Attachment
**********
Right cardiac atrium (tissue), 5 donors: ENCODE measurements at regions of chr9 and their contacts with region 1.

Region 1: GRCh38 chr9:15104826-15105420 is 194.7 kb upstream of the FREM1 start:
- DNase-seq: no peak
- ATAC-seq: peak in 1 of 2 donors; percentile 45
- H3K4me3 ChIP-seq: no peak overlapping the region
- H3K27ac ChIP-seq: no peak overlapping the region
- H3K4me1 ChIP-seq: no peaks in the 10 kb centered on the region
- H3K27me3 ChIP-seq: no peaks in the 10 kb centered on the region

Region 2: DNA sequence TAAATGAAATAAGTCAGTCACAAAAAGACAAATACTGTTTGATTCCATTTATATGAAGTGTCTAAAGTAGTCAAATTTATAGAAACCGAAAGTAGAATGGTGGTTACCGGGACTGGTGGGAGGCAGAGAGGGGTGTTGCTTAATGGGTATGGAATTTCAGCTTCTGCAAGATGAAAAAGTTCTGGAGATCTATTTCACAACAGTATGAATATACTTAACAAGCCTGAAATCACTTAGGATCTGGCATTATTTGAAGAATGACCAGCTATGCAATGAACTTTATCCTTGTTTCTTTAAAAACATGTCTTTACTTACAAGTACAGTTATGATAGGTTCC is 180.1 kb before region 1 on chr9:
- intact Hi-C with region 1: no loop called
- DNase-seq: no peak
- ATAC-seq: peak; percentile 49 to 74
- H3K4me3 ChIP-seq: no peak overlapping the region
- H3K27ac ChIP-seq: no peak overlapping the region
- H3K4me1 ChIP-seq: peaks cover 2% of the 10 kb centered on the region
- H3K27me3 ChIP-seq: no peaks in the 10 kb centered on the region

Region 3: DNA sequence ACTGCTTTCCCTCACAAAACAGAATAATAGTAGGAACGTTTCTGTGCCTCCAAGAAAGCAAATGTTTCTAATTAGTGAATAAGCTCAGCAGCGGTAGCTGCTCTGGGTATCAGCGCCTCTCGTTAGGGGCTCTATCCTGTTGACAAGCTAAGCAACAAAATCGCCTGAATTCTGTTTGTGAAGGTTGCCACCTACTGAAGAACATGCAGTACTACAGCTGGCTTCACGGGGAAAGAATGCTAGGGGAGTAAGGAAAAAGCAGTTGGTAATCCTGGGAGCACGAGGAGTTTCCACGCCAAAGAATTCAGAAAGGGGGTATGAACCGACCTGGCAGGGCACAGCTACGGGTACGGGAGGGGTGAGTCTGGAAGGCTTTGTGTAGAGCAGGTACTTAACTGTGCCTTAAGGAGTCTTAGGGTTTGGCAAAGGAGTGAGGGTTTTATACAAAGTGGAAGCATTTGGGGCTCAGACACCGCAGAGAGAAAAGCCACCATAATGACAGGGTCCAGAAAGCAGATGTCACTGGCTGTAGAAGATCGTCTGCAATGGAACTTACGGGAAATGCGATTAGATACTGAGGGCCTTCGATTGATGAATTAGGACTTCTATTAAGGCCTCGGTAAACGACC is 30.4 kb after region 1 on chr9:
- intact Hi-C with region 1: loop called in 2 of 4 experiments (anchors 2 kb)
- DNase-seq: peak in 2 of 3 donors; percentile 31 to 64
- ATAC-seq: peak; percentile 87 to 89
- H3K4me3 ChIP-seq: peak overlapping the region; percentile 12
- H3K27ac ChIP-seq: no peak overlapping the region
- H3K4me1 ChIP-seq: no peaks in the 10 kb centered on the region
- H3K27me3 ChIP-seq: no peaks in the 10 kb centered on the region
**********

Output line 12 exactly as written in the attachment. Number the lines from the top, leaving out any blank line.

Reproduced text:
- ATAC-seq: peak; percentile 49 to 74